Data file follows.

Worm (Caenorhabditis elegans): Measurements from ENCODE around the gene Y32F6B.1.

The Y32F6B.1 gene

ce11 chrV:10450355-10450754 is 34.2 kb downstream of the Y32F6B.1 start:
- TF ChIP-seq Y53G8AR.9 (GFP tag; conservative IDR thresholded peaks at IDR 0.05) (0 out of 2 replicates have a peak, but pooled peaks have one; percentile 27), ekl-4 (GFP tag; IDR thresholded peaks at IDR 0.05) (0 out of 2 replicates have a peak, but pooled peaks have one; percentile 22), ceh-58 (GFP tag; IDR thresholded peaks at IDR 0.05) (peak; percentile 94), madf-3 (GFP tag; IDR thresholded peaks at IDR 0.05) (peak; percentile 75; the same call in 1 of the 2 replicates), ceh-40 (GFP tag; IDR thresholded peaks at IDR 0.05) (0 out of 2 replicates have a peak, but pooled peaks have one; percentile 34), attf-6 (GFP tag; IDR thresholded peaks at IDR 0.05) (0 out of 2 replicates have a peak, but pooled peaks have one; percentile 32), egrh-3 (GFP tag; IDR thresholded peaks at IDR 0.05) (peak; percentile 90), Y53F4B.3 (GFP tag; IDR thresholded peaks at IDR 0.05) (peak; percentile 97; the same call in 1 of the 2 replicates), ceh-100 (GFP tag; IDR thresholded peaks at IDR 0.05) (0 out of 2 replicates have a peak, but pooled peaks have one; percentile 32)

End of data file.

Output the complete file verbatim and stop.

Worm (Caenorhabditis elegans): Measurements from ENCODE around the gene Y32F6B.1.

The Y32F6B.1 gene

ce11 chrV:10450355-10450754 is 34.2 kb downstream of the Y32F6B.1 start:
- TF ChIP-seq Y53G8AR.9 (GFP tag; conservative IDR thresholded peaks at IDR 0.05) (0 out of 2 replicates have a peak, but pooled peaks have one; percentile 27), ekl-4 (GFP tag; IDR thresholded peaks at IDR 0.05) (0 out of 2 replicates have a peak, but pooled peaks have one; percentile 22), ceh-58 (GFP tag; IDR thresholded peaks at IDR 0.05) (peak; percentile 94), madf-3 (GFP tag; IDR thresholded peaks at IDR 0.05) (peak; percentile 75; the same call in 1 of the 2 replicates), ceh-40 (GFP tag; IDR thresholded peaks at IDR 0.05) (0 out of 2 replicates have a peak, but pooled peaks have one; percentile 34), attf-6 (GFP tag; IDR thresholded peaks at IDR 0.05) (0 out of 2 replicates have a peak, but pooled peaks have one; percentile 32), egrh-3 (GFP tag; IDR thresholded peaks at IDR 0.05) (peak; percentile 90), Y53F4B.3 (GFP tag; IDR thresholded peaks at IDR 0.05) (peak; percentile 97; the same call in 1 of the 2 replicates), ceh-100 (GFP tag; IDR thresholded peaks at IDR 0.05) (0 out of 2 replicates have a peak, but pooled peaks have one; percentile 32)